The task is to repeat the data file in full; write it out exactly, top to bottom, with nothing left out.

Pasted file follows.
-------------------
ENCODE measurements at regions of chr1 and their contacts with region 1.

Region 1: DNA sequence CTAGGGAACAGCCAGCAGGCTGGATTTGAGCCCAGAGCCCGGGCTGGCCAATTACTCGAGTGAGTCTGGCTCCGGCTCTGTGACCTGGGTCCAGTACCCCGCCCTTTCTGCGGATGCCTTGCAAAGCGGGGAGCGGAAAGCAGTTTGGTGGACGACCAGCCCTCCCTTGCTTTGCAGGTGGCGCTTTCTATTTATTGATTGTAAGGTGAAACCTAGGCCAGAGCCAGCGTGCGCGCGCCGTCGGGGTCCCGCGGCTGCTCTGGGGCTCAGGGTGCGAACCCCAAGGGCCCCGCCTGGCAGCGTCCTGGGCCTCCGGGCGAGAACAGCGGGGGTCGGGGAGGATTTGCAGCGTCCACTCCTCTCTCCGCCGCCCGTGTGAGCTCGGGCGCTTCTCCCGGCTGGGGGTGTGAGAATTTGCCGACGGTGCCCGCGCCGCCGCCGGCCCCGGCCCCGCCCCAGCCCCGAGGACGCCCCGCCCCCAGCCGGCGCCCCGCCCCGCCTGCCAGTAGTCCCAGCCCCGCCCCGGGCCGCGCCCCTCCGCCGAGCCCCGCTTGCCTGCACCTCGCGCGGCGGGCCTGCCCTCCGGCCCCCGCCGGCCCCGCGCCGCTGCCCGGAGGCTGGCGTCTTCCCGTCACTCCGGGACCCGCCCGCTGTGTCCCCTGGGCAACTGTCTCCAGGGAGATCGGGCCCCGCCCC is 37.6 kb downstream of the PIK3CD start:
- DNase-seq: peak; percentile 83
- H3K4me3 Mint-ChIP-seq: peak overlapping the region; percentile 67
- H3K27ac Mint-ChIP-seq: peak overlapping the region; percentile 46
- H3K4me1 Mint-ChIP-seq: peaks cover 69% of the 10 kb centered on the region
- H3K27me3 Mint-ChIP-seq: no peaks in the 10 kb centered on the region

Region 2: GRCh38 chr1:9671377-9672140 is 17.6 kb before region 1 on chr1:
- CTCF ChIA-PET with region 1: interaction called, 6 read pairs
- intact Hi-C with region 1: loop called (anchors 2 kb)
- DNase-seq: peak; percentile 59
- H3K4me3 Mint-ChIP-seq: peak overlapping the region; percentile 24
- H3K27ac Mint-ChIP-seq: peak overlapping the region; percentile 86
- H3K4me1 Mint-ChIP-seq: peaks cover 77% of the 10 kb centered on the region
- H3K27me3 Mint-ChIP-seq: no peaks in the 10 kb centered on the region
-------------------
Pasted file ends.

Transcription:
ENCODE measurements at regions of chr1 and their contacts with region 1.

Region 1: DNA sequence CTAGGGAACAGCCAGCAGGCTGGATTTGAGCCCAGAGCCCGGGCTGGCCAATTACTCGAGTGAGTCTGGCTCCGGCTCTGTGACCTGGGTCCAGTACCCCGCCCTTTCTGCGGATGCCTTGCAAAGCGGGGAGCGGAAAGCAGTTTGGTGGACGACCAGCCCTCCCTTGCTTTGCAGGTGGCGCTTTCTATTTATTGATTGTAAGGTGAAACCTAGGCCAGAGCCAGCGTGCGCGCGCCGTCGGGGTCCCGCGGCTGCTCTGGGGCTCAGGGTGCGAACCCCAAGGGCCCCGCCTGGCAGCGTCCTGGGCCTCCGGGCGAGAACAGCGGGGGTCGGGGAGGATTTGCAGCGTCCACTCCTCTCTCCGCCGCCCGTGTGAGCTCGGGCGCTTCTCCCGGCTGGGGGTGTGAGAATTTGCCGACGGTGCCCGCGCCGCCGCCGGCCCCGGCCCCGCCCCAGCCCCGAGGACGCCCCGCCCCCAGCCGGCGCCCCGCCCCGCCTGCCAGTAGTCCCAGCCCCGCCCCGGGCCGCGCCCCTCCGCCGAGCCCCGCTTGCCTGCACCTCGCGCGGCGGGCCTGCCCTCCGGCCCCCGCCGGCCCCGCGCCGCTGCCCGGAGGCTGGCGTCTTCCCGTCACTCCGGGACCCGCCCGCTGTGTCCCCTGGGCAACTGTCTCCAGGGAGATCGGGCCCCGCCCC is 37.6 kb downstream of the PIK3CD start:
- DNase-seq: peak; percentile 83
- H3K4me3 Mint-ChIP-seq: peak overlapping the region; percentile 67
- H3K27ac Mint-ChIP-seq: peak overlapping the region; percentile 46
- H3K4me1 Mint-ChIP-seq: peaks cover 69% of the 10 kb centered on the region
- H3K27me3 Mint-ChIP-seq: no peaks in the 10 kb centered on the region

Region 2: GRCh38 chr1:9671377-9672140 is 17.6 kb before region 1 on chr1:
- CTCF ChIA-PET with region 1: interaction called, 6 read pairs
- intact Hi-C with region 1: loop called (anchors 2 kb)
- DNase-seq: peak; percentile 59
- H3K4me3 Mint-ChIP-seq: peak overlapping the region; percentile 24
- H3K27ac Mint-ChIP-seq: peak overlapping the region; percentile 86
- H3K4me1 Mint-ChIP-seq: peaks cover 77% of the 10 kb centered on the region
- H3K27me3 Mint-ChIP-seq: no peaks in the 10 kb centered on the region